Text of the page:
Nov 192013
 
Figure 1.  A schematic structure of the double helix of DNA. Credit: Pam Jeffreys.

Figure 1. A schematic structure of the double helix of DNA. Credit: Pam Jeffreys.

Figure 2.  A schematic of the alpha helix, that characterizes the structure of many proteins. Credit: Pam Jeffreys.

Figure 2. A schematic of the alpha helix, that characterizes the structure of many proteins. Credit: Pam Jeffreys.

Ask anyone to name the most important molecule and the answer will undoubtedly be DNA—the molecule of life.  Most people are also familiar with the general structure of DNA (Figure 1).  They know that it is a double helix.  In other words, it looks a bit like a twisted ladder, in which the sides are composed of sugars and phosphates, while each rung is formed by a pair of two bases.  The base adenine is always attached to thymine, and guanine to cytosine.  The molecules of many proteins also contain a helical substructure known as the alpha helix (Figure 2).  But helices appear not only on the tiny scales of molecules.  Amazingly, some astrophysical jets—streams of charged particles collimated and accelerated over astronomical distances—also exhibit a helical structure.  One such jet emanates from the Vela pulsar.  The Vela pulsar resulted from the collapse of the core of a massive star more than 10,000 years ago.  The collapsed core formed a neutron star, an extremely compact and highly magnetized object with roughly the mass of the Sun, but with a radius of only about six miles.  The pulsar spins around its axis, making more than 11 complete rotations every second.  Acting like a high-voltage generator, it powers a jet that is more than half a light-year long, along which charged particles race at about 70 percent of the speed of light.  The intriguing feature is that the jet appears to be whipping around like a loose fire hose, creating the helical structure (Figure 3).

Figure 3.  The Vela Pulsar’s jet.  Credit: G. Pavlov, M. Teter, O. Kargaltsev, D. Sanwal (PSU), CXC, NASA.

Figure 3. The Vela Pulsar’s jet. Credit: G. Pavlov, M. Teter, O. Kargaltsev, D. Sanwal (PSU), CXC, NASA.

The Vela pulsar is not the only astronomical object exhibiting a helical jet.  Evidence for such jets has been observed in other pulsars and in active galactic nuclei.  The latter represent supermassive black holes at the centers of galaxies.  The black holes accrete mass from their vicinity, and the energy that is being released in the accretion disks that surround the black holes powers the spectacular jets.  It is believed that the helical structure is one of the important pieces of evidence pointing to the major role played by magnetic fields in the formation of these jets.  In fact, elementary electrodynamics shows that charged particles move along a helical path in a uniform magnetic field.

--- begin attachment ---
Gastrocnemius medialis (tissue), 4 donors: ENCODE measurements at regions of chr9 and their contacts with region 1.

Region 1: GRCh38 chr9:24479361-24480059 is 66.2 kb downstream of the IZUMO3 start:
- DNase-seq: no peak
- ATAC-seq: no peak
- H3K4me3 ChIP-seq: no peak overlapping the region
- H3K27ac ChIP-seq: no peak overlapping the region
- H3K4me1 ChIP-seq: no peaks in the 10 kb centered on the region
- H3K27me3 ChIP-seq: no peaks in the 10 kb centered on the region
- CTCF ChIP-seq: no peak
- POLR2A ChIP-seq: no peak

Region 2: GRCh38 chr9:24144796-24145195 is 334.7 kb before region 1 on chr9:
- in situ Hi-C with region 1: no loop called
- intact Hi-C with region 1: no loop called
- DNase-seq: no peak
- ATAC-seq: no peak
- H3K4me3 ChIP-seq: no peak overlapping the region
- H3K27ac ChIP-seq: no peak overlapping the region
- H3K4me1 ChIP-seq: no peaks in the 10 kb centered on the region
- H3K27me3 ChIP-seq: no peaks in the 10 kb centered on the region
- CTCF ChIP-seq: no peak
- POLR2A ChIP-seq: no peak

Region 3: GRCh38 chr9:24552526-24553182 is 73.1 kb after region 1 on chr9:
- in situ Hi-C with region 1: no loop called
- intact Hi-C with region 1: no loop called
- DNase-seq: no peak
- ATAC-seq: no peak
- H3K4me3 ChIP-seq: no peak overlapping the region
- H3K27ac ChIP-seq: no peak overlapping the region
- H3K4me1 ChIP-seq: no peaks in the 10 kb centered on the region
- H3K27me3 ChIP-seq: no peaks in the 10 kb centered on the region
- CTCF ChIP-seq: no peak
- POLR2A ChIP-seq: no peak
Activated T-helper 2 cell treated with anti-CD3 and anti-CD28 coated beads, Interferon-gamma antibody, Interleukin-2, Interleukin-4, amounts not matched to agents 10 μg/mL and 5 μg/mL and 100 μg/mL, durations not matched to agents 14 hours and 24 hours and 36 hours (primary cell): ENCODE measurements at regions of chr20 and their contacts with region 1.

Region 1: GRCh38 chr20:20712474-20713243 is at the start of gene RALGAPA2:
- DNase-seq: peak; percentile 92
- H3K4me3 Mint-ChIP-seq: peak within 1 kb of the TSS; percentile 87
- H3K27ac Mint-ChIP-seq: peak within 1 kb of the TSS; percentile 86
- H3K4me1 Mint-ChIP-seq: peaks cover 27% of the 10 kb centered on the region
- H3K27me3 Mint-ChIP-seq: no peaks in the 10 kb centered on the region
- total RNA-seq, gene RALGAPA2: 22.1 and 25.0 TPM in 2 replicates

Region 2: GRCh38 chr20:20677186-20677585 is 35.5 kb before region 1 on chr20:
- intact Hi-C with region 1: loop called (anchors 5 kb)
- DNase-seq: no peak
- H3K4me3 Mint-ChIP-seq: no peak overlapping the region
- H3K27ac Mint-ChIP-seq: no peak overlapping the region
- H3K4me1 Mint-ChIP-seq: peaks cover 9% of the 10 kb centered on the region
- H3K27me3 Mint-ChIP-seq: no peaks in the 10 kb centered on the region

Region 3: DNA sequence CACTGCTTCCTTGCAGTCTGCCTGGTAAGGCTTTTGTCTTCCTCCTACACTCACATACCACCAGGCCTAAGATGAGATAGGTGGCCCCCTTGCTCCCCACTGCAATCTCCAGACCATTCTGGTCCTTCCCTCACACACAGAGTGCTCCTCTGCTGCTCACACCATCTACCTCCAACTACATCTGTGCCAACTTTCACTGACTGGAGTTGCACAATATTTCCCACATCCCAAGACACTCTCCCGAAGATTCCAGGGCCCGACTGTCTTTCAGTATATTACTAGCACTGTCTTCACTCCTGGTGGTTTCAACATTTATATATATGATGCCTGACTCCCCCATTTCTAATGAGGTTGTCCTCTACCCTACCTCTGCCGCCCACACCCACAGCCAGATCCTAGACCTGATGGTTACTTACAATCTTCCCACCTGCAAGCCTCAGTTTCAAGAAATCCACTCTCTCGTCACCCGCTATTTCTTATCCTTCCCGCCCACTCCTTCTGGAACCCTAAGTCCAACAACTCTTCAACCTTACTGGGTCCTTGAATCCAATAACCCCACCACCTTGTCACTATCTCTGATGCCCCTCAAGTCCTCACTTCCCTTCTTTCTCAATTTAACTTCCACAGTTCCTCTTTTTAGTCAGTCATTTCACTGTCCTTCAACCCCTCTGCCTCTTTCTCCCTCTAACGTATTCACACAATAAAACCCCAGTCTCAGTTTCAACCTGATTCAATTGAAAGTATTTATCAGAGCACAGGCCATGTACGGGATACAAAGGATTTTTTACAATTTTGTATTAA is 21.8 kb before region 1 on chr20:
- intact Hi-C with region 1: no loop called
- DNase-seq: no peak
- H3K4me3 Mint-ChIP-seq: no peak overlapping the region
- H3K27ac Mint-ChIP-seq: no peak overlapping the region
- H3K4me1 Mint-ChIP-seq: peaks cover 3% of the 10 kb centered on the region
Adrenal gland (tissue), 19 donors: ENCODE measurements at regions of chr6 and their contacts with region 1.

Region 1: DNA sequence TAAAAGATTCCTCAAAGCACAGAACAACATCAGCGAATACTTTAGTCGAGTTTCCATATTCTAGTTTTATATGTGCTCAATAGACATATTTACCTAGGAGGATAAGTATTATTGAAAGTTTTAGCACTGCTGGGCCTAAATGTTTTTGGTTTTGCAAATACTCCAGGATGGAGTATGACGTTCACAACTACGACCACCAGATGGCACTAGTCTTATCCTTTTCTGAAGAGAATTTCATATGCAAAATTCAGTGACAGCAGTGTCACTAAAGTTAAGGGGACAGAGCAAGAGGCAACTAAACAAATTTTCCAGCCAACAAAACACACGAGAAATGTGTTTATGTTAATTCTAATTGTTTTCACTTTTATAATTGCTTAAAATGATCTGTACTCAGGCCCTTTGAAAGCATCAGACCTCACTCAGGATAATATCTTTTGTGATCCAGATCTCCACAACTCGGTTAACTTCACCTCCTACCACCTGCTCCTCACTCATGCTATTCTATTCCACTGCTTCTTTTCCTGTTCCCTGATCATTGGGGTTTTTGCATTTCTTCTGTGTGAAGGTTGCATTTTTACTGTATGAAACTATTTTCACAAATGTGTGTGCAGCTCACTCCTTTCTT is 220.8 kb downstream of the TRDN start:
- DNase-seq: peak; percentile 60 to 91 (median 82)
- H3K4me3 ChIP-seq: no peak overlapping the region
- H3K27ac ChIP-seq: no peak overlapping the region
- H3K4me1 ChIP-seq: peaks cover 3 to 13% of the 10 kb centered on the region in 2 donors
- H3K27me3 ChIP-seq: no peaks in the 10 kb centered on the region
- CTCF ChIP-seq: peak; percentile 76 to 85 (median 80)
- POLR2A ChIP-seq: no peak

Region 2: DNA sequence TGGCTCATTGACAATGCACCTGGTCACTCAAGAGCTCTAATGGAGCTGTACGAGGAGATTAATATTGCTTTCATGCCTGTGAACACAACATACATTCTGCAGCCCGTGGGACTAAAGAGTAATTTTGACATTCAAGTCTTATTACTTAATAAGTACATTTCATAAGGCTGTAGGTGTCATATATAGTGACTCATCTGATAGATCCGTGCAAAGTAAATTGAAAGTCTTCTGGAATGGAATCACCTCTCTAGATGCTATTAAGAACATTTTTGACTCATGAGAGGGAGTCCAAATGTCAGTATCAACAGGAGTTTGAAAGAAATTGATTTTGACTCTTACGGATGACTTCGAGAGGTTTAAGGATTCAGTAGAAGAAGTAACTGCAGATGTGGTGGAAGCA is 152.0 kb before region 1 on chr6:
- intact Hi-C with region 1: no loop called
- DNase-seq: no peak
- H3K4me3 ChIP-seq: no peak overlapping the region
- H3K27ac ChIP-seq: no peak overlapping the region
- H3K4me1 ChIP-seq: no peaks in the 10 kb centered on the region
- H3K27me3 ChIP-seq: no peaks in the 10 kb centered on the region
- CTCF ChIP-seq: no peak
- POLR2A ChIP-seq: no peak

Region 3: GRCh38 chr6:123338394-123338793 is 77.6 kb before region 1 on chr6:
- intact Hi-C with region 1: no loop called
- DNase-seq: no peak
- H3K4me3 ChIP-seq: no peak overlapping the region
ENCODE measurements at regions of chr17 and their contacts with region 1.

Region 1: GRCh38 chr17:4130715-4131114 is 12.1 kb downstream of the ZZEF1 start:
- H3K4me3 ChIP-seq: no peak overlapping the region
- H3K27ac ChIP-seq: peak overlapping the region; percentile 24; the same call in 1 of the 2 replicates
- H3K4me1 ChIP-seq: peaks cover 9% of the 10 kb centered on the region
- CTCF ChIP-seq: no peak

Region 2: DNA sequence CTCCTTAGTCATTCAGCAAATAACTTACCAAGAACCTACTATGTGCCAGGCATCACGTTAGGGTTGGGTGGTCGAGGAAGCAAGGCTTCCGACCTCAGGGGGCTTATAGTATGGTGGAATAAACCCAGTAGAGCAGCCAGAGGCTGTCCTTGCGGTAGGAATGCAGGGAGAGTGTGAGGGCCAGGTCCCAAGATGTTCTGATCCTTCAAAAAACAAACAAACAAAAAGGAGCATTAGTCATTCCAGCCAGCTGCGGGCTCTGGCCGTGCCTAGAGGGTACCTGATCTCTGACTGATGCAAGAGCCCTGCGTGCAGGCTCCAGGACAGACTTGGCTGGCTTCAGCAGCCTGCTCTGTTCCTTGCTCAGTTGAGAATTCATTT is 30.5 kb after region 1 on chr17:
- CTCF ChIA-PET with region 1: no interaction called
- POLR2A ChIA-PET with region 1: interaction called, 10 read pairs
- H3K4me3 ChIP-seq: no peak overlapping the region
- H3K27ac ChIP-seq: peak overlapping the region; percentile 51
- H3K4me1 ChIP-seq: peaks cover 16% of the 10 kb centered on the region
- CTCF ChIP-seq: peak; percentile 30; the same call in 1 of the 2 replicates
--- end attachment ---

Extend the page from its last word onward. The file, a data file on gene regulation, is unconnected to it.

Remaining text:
Helices thus provide one more manifestation of the remarkable fact that geometrical shapes that can be described by simple mathematics lie at the core of phenomena ranging from molecular to cosmic scales.

Nov 052013
 

The most common encounter with the concept of infinity is associated with the positive whole numbers 1, 2, 3, 4, 5, 6… , which go on without end. In ancient Greece, the celebrated mathematician Euclid famously proved (around 300 BCE) that there is even an infinite number of primes (numbers divisible only by 1 and themselves, such as 3, 7, 17, or 541).  Not until the nineteenth century, however, did anyone find a way to actually rank infinities, and manipulate them in ways one would normally do with ordinary numbers.  The person who in some sense “tamed” infinities, by demonstrating that they can be properly defined and arranged in a hierarchy in which each infinity is manifestly larger than the one below it, was Georg Cantor (1845–1918; Figure 1).  Cantor first found a clever way to show that even though it seems that there are many more fractions, quantities such as 3/5, 9/11, or 241/509, than whole numbers, their infinities are actually of the same size!  This sounds surprising, since clearly even just between 1 and 2 there are infinitely many fractions of the form p/q (where p and q are whole numbers).  Yet, Cantor found a way to show that there is a one-to-one correspondence between the whole numbers and the fractions.  In other words, the fractions (known as rational numbers) are definitely countable.  Cantor’s recipe for how to do the counting is shown in Figure 2.   First count all those fractions in which the nominator and denominator add up to 2, then those that add to 3, then to 4, and so on.  Since this procedure clearly counts all the fractions, and each one is only counted once, you discover that the infinity of the fractions and of the whole numbers are of the same size.  Cantor then proceeded to show that all the non-ending decimals are uncountable,  meaning that the size of that infinity is larger than that of the whole numbers.  In this way he constructed an endless hierarchy of infinities. For any given infinity size, one can construct an infinity of a bigger size.  Cantor labeled the smallest infinity—that of the whole numbers—by the Hebrew letter aleph, to which he added the subscript zero, ℵ0.  He then labeled all the larger infinities by increasing subscripts, ℵ0, ℵ1, ℵ2, ℵ3

Figure 1.  The mathematician Georg Cantor. Credit: Wikimedia Commons.

Figure 1. The mathematician Georg Cantor. Credit: Wikimedia Commons.

Figure 2.  A schematic demonstrating Cantor’s recipe for counting fractions.  Cantor used this procedure to show that the size of the infinity represented by the fractions is equal to the size of the infinity represented by the whole numbers.

Figure 2. A schematic demonstrating Cantor’s recipe for counting fractions. Cantor used this procedure to show that the size of the infinity represented by the fractions is equal to the size of the infinity represented by the whole numbers.